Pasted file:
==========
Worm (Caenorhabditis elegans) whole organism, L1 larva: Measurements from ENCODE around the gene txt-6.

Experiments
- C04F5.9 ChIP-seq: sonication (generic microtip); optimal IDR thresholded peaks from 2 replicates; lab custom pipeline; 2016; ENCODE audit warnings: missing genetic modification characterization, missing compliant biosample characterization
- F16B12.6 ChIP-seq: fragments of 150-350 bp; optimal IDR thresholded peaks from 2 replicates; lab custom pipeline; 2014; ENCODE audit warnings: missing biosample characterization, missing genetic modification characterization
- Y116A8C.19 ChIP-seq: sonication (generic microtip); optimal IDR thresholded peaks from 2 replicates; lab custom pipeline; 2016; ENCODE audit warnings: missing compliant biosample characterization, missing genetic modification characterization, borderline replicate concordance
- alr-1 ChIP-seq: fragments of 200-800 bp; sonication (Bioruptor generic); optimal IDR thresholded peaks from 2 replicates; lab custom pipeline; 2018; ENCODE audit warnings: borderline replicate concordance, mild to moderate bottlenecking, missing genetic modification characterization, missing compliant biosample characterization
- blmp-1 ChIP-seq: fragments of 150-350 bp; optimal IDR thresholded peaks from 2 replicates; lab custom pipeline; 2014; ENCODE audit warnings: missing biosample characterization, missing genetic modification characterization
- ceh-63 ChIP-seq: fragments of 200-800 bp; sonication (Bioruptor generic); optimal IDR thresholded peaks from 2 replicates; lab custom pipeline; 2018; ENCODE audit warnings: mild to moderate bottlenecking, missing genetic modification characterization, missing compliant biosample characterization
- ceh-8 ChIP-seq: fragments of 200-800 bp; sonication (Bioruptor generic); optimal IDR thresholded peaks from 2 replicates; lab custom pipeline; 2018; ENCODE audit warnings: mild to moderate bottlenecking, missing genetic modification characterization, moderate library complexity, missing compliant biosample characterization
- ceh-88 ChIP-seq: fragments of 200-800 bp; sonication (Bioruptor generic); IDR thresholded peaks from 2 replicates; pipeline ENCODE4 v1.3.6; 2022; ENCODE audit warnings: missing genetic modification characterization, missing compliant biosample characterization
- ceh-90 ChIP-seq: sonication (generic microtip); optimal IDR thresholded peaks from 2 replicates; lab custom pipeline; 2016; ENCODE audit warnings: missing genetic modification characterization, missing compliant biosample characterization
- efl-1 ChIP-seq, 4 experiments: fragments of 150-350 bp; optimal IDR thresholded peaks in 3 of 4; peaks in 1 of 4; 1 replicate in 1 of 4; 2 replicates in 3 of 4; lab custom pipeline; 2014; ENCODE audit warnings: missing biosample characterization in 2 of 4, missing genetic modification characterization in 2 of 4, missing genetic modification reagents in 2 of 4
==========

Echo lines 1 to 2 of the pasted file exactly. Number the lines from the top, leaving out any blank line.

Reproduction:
Worm (Caenorhabditis elegans) whole organism, L1 larva: Measurements from ENCODE around the gene txt-6.

Experiments